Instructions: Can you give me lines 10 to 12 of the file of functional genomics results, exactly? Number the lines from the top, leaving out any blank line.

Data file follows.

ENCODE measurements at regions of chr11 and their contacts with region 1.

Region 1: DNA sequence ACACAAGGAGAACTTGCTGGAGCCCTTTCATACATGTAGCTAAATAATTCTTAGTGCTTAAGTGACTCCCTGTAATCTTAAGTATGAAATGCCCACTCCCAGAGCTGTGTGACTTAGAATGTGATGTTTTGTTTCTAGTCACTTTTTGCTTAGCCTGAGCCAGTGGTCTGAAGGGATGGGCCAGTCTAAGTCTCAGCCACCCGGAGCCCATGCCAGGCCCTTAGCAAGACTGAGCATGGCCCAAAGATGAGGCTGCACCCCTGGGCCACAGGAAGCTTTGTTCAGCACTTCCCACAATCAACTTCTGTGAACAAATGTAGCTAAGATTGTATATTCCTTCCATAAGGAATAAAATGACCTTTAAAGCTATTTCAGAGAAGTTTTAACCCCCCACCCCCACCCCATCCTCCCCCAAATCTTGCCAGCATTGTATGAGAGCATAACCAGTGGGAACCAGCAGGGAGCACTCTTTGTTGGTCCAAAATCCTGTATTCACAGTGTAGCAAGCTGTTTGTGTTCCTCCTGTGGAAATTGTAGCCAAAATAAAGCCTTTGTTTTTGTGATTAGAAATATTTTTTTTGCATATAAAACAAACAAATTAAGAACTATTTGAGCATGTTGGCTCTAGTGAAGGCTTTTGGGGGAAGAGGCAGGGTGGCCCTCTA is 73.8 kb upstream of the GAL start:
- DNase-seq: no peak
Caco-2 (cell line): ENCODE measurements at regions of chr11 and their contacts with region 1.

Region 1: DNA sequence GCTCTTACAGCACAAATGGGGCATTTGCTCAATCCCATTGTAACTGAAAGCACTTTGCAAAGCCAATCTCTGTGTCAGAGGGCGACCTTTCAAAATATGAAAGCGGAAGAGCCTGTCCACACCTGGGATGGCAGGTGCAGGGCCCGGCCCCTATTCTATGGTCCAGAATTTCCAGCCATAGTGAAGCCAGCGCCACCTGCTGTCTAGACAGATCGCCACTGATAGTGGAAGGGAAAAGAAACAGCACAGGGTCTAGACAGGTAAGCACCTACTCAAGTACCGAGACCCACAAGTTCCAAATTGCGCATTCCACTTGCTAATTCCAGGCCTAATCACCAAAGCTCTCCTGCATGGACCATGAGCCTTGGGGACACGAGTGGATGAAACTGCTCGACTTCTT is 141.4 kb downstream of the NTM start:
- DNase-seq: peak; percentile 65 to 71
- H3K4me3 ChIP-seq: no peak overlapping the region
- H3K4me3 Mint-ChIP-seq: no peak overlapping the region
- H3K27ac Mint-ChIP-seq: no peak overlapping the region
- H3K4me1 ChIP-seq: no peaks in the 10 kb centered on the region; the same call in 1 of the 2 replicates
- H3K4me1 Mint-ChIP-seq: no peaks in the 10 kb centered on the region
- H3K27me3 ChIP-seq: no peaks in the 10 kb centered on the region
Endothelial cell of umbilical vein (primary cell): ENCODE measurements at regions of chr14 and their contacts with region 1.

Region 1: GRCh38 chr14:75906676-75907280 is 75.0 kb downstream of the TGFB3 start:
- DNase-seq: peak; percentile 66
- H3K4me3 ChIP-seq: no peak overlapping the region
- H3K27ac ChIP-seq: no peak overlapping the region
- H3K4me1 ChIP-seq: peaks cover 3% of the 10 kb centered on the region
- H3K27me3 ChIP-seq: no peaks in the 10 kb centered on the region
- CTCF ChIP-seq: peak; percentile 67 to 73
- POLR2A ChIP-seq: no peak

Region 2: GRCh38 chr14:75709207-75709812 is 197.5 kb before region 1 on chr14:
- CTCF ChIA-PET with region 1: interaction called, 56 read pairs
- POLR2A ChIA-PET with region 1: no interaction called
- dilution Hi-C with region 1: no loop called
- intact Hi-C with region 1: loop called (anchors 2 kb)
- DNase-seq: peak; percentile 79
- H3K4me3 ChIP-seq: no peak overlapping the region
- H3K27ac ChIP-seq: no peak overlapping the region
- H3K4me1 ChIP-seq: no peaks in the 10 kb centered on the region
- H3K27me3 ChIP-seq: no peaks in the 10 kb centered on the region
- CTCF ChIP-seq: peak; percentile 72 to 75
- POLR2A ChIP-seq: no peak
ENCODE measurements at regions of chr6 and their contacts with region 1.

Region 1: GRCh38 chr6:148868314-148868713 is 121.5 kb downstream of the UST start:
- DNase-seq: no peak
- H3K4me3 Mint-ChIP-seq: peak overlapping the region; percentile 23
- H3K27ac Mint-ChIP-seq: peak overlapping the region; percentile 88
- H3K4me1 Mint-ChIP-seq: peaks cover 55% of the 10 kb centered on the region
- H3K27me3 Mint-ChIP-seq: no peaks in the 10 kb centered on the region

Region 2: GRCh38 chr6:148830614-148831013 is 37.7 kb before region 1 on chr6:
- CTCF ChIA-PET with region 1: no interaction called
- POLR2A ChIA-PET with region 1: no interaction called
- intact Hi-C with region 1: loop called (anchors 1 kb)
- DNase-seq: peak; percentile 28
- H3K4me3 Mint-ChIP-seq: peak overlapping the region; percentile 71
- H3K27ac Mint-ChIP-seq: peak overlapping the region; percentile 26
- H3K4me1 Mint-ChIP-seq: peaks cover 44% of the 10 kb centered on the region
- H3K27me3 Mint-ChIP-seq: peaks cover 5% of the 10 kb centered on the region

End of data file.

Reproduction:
- H3K4me1 ChIP-seq: no peaks in the 10 kb centered on the region; the same call in 1 of the 2 replicates
- H3K4me1 Mint-ChIP-seq: no peaks in the 10 kb centered on the region
- H3K27me3 ChIP-seq: no peaks in the 10 kb centered on the region